The type of scenario that would cause a renter to not get his deposit back is the difference between “common sense and extravagance,” Logan said.
“For example, normal nail holes are okay, but holes from a dart board are not,” Logan said.
At Turtle Creek, any damages prior to move-in will be addressed.
“Every resident has a move-in inspection form,” LaMore said. “Students record any damages so when it comes time for them to move out, they are not charged for damages they did not cause. We hope [the end of the year inspection form] comes back completely blank.”
Behavior can be reason for eviction and thus a loss of the security deposit.
“We tell our renters that everyone has a peaceable right to their home at all times,” Logan said.
Collecting security deposits is not unique to apartment complexes.
Mark Kramer, managing member of Kramer Properties, formerly Domus Properties, said he charges each student $500 for the security deposit.
Students have until the December prior to the leasing year to back out of the lease without losing money, said Kramer, who has rented houses in South Bend solely to students since 1989.
“[A deposit must be paid] the moment you want the house to be taken off the list and identified as yours,” said senior Brian James, who rents from Kramer Properties. “If you don’t put the deposit down, the house is still available for everyone else.”
Kramer said he doesn’t look to make money off security deposits.
“Security deposits are really not a profit source for us,” Kramer said. “We want students to get their deposit back because there’s less work for us for the following year.”
Similar to the move-in inspection form at Turtle Creek, Kramer conducts a walk-thru at each house with the students so that “there’s a list of flaws students won’t be charged for.”
Kramer also gives leesees a handbook that “spells out what to do [when moving out] so there’s no question.”
He said students get about 75-80 percent of their deposit returned on average. But Kramer Properties is not the only company requiring security deposits for student houses.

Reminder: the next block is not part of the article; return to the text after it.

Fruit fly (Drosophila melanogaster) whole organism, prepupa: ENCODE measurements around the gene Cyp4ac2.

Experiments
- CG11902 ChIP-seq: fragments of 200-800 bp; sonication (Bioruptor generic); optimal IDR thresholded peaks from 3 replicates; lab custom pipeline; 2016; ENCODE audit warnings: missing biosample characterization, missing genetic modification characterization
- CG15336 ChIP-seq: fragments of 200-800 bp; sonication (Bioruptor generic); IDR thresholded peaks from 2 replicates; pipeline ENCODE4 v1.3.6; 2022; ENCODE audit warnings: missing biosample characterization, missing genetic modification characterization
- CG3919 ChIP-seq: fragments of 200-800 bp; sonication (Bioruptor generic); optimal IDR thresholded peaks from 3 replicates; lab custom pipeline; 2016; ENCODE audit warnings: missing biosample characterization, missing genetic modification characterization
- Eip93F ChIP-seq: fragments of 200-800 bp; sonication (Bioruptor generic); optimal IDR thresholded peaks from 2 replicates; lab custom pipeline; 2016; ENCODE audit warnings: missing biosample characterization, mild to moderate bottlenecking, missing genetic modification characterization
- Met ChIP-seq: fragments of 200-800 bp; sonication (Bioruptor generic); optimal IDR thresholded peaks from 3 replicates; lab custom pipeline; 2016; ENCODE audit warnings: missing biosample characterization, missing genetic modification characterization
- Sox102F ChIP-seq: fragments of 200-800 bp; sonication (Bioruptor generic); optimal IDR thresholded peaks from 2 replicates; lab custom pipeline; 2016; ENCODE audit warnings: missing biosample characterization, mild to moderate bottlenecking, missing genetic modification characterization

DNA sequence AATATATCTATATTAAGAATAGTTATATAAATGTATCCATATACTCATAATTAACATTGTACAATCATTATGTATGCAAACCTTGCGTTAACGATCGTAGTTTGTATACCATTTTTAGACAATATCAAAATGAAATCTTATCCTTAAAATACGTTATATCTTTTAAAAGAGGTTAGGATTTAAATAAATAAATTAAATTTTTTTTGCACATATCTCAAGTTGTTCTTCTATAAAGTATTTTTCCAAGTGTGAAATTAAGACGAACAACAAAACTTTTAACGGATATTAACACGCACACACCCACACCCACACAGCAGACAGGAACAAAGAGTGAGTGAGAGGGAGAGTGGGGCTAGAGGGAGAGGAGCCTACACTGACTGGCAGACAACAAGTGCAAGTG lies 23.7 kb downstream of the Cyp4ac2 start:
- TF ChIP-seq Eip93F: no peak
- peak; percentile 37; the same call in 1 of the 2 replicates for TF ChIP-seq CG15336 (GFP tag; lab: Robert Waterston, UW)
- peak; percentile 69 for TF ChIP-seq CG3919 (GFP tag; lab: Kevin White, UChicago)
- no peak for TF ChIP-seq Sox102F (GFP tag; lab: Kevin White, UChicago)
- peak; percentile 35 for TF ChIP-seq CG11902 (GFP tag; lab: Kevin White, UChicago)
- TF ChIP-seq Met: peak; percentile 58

“Any time you rent a house, you always have to pay a housing deposit,” said senior Meghan Reagan, who rents a house from Lafayette Apartments. “It’s not just a thing for student housing.”
Reagan said she paid $218 for her security deposit.
“Half of it had to be paid at the time we signed the lease,” Reagan said. “The remainder was due when we moved in.”
The amount of money students pay for security deposits depends on who they lease from.
“We had to pay a deposit equal to one month’s rent,” said senior Marty Mooney, whose landlord is Greg Anderson of Anderson ND Rentals. “[It] was due when I signed the lease, about a year and a half before we moved in.”
Reagan said the security deposit naturally works in favor of the landlord.
“Any damage to the house other than ‘natural wear and tear’ [would cause us to not get our deposit back], so it’s pretty debatable,” Reagan said.
Words of advice
Even though paying security deposits does not deter Notre Dame students from living off- campus, it often becomes an issue when moving out.
“You are going to pay a security deposit no matter where you live if you’re not buying the property,” Jones said. “For me, the freedom of being off-campus far outweighed the chance that management could possibly hold back some of my [deposit].”
In light of her experience, Lori Clark suggests making copies of all contracts and using e-mail so all communication is clearly dated.
She also said students should examine their contracts closely.
“People should be warned they’ll be charged for their neighbors’ damages because it’s something you don’t think about,” Clark said.
She said her apartment unit had to pay $105 to patch a hole in the stairwell drywall caused by someone else’s party.
Renters said it is possible for students to get their security deposit returned.
“Ask questions about utilities, when the rent is due, late payment structure and the big rent,” LaMore said.
Nozykowski suggests students use Clover Ridge’s auto-rent program so monthly payments are not late.
With Castle Point’s most popular apartment choice for students – the Matterhorn – students should ideally have all paperwork filed the Christmas prior to the fall they want to move in, Logan said.
“Sophomores should start looking soon [for their senior year],” Kramer said.